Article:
From a different angle, during a question and answer time at a recent public Y2K meeting in our city, a fella stood up and said that he was a retired cop with (?) years experience. Don't bother calling 911, he said, they won't answer, or if they do, no one will come. The cop you will look for will be home with the family, protecting his/her own.

Hopefully this is NOT representative of all law enforecement officials.

-- Joe (jba@there.com), December 08, 1998.

In all our FEMA Disaster Response training, we are taught: assess and take care of yourself first, your family next, then your immediate neighborhood: then report to work at EOC. In the event of a large-scale disaster, you have only yourself to count on, and should report any problems to your Neighborhood Emergency Response Communications Carrier, who will relay your message to the Team Leader. Just hope you have a ham radio operator nearby when TSHTF. Better yet, take the FEMA training yourself, and bring your family to all classes and drills. It is incredibly helpful.

Ashton & Leska in Cascadia, who are trained + certified in 2 cities, and will be doing it all over again in a 3rd before 2000 :)

xxxxxxxx xxxxxxxx x

-- Leska (allaha@earthlink.net), December 08, 1998.

Oh s**t ---


-About one-third of all counties have completed inventories of computerized equipment to find which need attention with another two-fifths saying they are about halfway through that job. >>

Less than half of the counties emergency services and government services have completed inventory for Y2K? And 40% are only half-way through inventory? Completing Inventory is the 10% point of the remediation effort!

At this rate, the only thing they will be able to do is "Yep, sho' enough that there one that failed is one of them we counted back last year."

-- Robert A. Cook, P.E. (Kennesaw, GA) (cook.r@csaatl.com), December 08, 1998.

Mr. Cook, today is turning out to be such a cheery news day, Not. Hopefully today will spark a turning point, where people will begin to consider "Those Y2K crash scenarios *could* happen ..."

xxxxxxx xxxxxxx xxxxxxx

-- Leska (allaha@earthlink.net), December 08, 1998.

Leo's Theory of Civil Disintegration

I came up with this one for a novel I tried to write, about a year ago. It was basically about the crash of society, although at the time I didn't know about y2k. Anyway..

1. Rioting in the city centre/inner city. Police called in to deal with it.

2. Rioting is too serious for inner-city police to control. Reinforcements are called for from the suburbs.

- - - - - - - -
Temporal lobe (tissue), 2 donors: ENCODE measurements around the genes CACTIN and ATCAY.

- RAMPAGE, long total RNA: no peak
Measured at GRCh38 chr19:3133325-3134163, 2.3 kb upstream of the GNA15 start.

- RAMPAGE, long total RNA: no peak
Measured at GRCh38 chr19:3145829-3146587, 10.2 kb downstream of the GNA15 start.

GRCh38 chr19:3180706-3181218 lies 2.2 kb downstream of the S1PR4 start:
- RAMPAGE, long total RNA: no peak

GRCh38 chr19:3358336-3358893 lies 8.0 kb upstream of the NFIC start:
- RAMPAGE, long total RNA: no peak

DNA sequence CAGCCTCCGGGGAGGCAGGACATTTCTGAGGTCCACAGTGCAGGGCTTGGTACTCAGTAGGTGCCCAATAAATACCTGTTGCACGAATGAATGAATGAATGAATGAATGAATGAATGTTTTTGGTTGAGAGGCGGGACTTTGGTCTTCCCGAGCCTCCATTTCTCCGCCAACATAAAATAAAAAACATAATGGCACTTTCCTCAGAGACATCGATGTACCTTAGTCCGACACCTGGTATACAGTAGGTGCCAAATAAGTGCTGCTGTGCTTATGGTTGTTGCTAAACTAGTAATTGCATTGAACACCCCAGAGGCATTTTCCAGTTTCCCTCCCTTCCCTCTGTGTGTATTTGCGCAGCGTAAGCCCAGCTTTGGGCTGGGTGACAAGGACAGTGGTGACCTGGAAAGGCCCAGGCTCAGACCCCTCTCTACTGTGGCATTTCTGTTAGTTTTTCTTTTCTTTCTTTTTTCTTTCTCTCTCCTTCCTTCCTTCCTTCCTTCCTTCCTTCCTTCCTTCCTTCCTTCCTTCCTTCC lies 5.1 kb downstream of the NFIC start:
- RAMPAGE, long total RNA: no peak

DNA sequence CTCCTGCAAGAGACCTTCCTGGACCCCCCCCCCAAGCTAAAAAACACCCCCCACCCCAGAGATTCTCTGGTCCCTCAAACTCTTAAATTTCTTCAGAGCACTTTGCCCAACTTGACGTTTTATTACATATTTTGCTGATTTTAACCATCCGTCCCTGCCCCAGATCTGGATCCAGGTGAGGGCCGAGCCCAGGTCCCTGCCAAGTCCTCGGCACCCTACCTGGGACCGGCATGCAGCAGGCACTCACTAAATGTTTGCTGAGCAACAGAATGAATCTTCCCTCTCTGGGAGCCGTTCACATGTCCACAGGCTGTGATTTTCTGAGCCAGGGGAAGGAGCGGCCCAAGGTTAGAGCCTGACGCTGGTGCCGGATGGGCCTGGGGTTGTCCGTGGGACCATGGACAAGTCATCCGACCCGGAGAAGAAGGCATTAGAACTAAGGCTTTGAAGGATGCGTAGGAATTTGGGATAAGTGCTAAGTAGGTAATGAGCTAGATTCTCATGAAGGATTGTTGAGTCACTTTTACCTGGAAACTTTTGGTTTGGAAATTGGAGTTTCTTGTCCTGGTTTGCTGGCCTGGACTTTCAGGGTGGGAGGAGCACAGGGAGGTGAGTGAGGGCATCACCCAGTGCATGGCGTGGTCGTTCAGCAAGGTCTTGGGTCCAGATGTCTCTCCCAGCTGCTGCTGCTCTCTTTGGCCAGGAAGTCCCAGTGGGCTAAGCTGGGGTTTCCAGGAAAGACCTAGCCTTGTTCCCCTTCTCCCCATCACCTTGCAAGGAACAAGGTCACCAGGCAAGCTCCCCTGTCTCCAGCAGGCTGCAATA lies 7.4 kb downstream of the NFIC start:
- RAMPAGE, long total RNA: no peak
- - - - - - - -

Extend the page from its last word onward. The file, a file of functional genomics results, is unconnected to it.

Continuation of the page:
3. Due to the increased police presence in the inner-city, the smarter rioters head for greener pastures. In the suburbs, owing to a lack of cops, rioting breaks out THERE.

4. The cops in the inner-city hear about this suburban rioting and realise their families are in danger. They desert their posts and head home to protect them.

5. The cops remaining in the inner-city become a minority incapable of dealing with the riots. They decide to get the hell out to save their own lives. Meanwhile, the cops in the suburbs are at home with their families. Thus authority breaks down.


-- Leo (leo_champion@hotmail.com), December 08, 1998.

Hey, Diane, are you there?

This is the type of thing that really lends itself to community involvement. Number one, assume that 911 systems are going down. Number two, how do you handle it? What is the contingency plan. This is something that requires community response.

I read that one Y2K group in Oregon is intending to use CB. We're trying to get something like that started here, with CB interconnect to ham radio operators, and with CB base stations at our volunteer fire and EMT stations. I have a deputy sheriff living on a hill about a mile from me. I'll even buy him a base station and some batteries if he'll keep them charged and listen up :-)


-- rocky (rknolls@hotmail.com), December 08, 1998.

Rocky: It's a nice feeling to live around sheriffs, FBI, police and firemen. Last year our county experienced 2 days without 911 service, CB's and hams were a god send. I am very fortunate to live in an area with many fire and EMT volunteers.

-- bardou (bardou@baloney.com), December 09, 1998.

Bardou, I agree with you completely! The EMTs & ham radio operators are lifesavers!

In 1993 Oregon had 3 significant earthquakes. That generated a big ramp-up on the disaster-prep scale. The Fire Depts conduct regular trainings and drills, alongside FEMA. Unfortunately, not nearly enough ppl per the large population are ready. But those that are tend to really get into it. The EMTs teach the classes on medical triage with such professional excellence, and everybody acknowledges the ham radioers as our bottom-line survival upholders.

xxxxxxx xxxxxxx xxxxxxx xxxxxxx x

-- Leska (allaha@earthlink.net), December 09, 1998.

Sorry rocky,

Was kinda focused on the S.F. Blackout reporting job. Yes, the contingency planning has to ASSUME it all goes down, 911 too. S.F. 911 was flooded with not enough dispatchers, and calls were stacked 30 deep per dispatcher. It was local on-the-spot people who had to help one another. They did, magnificently. The required community response will also be 1) individual families, 2) neighbors, 3) local community (however you define that) and probably stops there. Beyond that they will all be focused at their own local level.

I did catch Mayor Willie Brown on TV this morning saying they need to work on the deployment of ham radio operators to keep the communication lines up and strategically placed. Remember, the cell phones worked during the San Francisco Blackout, because the power grid outside S.F. was still operational. In Y2K, just like my experience in the Southern California Northridge 94 Quake, theyre down. Plan for it.


-- Diane J. Squire (sacredspaces@yahoo.com), December 09, 1998.